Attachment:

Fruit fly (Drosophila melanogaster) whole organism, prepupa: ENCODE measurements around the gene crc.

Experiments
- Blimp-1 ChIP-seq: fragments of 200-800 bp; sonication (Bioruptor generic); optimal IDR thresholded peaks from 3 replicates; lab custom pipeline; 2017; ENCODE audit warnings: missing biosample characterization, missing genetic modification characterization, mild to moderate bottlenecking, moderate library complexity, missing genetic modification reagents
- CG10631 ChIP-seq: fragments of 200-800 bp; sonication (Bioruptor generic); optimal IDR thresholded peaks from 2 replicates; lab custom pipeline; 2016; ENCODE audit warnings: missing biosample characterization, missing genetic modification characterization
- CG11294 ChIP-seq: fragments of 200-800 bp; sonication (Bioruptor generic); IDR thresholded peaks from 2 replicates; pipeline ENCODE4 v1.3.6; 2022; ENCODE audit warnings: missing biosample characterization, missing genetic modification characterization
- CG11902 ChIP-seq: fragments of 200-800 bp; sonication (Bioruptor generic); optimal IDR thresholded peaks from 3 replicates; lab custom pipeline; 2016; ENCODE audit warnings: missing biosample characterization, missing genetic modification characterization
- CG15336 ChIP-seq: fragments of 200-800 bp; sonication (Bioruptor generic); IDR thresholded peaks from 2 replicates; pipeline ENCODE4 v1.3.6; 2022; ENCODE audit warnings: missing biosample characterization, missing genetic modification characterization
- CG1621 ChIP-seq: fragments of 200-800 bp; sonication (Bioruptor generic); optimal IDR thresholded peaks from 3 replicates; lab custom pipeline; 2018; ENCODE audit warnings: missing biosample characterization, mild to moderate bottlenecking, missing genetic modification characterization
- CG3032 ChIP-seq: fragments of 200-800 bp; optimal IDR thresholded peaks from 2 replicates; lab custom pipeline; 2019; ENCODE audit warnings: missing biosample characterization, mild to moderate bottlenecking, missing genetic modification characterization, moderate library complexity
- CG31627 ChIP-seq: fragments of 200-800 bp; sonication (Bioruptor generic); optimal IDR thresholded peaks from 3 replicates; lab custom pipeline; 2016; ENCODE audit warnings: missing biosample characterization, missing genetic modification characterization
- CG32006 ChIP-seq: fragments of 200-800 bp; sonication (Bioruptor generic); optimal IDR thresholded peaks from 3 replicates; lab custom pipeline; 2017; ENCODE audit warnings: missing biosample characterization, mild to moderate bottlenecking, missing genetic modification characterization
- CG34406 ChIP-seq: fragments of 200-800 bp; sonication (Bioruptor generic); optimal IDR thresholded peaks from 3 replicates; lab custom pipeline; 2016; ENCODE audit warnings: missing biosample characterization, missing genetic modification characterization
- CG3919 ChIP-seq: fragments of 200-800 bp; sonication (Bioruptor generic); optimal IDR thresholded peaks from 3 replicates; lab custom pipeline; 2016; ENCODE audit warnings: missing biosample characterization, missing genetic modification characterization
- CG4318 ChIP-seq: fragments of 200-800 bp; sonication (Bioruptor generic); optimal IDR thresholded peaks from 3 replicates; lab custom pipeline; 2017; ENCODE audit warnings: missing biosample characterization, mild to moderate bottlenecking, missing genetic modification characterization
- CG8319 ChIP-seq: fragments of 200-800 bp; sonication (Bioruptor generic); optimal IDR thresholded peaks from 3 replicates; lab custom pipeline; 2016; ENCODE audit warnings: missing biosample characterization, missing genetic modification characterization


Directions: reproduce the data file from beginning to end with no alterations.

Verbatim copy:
Fruit fly (Drosophila melanogaster) whole organism, prepupa: ENCODE measurements around the gene crc.

Experiments
- Blimp-1 ChIP-seq: fragments of 200-800 bp; sonication (Bioruptor generic); optimal IDR thresholded peaks from 3 replicates; lab custom pipeline; 2017; ENCODE audit warnings: missing biosample characterization, missing genetic modification characterization, mild to moderate bottlenecking, moderate library complexity, missing genetic modification reagents
- CG10631 ChIP-seq: fragments of 200-800 bp; sonication (Bioruptor generic); optimal IDR thresholded peaks from 2 replicates; lab custom pipeline; 2016; ENCODE audit warnings: missing biosample characterization, missing genetic modification characterization
- CG11294 ChIP-seq: fragments of 200-800 bp; sonication (Bioruptor generic); IDR thresholded peaks from 2 replicates; pipeline ENCODE4 v1.3.6; 2022; ENCODE audit warnings: missing biosample characterization, missing genetic modification characterization
- CG11902 ChIP-seq: fragments of 200-800 bp; sonication (Bioruptor generic); optimal IDR thresholded peaks from 3 replicates; lab custom pipeline; 2016; ENCODE audit warnings: missing biosample characterization, missing genetic modification characterization
- CG15336 ChIP-seq: fragments of 200-800 bp; sonication (Bioruptor generic); IDR thresholded peaks from 2 replicates; pipeline ENCODE4 v1.3.6; 2022; ENCODE audit warnings: missing biosample characterization, missing genetic modification characterization
- CG1621 ChIP-seq: fragments of 200-800 bp; sonication (Bioruptor generic); optimal IDR thresholded peaks from 3 replicates; lab custom pipeline; 2018; ENCODE audit warnings: missing biosample characterization, mild to moderate bottlenecking, missing genetic modification characterization
- CG3032 ChIP-seq: fragments of 200-800 bp; optimal IDR thresholded peaks from 2 replicates; lab custom pipeline; 2019; ENCODE audit warnings: missing biosample characterization, mild to moderate bottlenecking, missing genetic modification characterization, moderate library complexity
- CG31627 ChIP-seq: fragments of 200-800 bp; sonication (Bioruptor generic); optimal IDR thresholded peaks from 3 replicates; lab custom pipeline; 2016; ENCODE audit warnings: missing biosample characterization, missing genetic modification characterization
- CG32006 ChIP-seq: fragments of 200-800 bp; sonication (Bioruptor generic); optimal IDR thresholded peaks from 3 replicates; lab custom pipeline; 2017; ENCODE audit warnings: missing biosample characterization, mild to moderate bottlenecking, missing genetic modification characterization
- CG34406 ChIP-seq: fragments of 200-800 bp; sonication (Bioruptor generic); optimal IDR thresholded peaks from 3 replicates; lab custom pipeline; 2016; ENCODE audit warnings: missing biosample characterization, missing genetic modification characterization
- CG3919 ChIP-seq: fragments of 200-800 bp; sonication (Bioruptor generic); optimal IDR thresholded peaks from 3 replicates; lab custom pipeline; 2016; ENCODE audit warnings: missing biosample characterization, missing genetic modification characterization
- CG4318 ChIP-seq: fragments of 200-800 bp; sonication (Bioruptor generic); optimal IDR thresholded peaks from 3 replicates; lab custom pipeline; 2017; ENCODE audit warnings: missing biosample characterization, mild to moderate bottlenecking, missing genetic modification characterization
- CG8319 ChIP-seq: fragments of 200-800 bp; sonication (Bioruptor generic); optimal IDR thresholded peaks from 3 replicates; lab custom pipeline; 2016; ENCODE audit warnings: missing biosample characterization, missing genetic modification characterization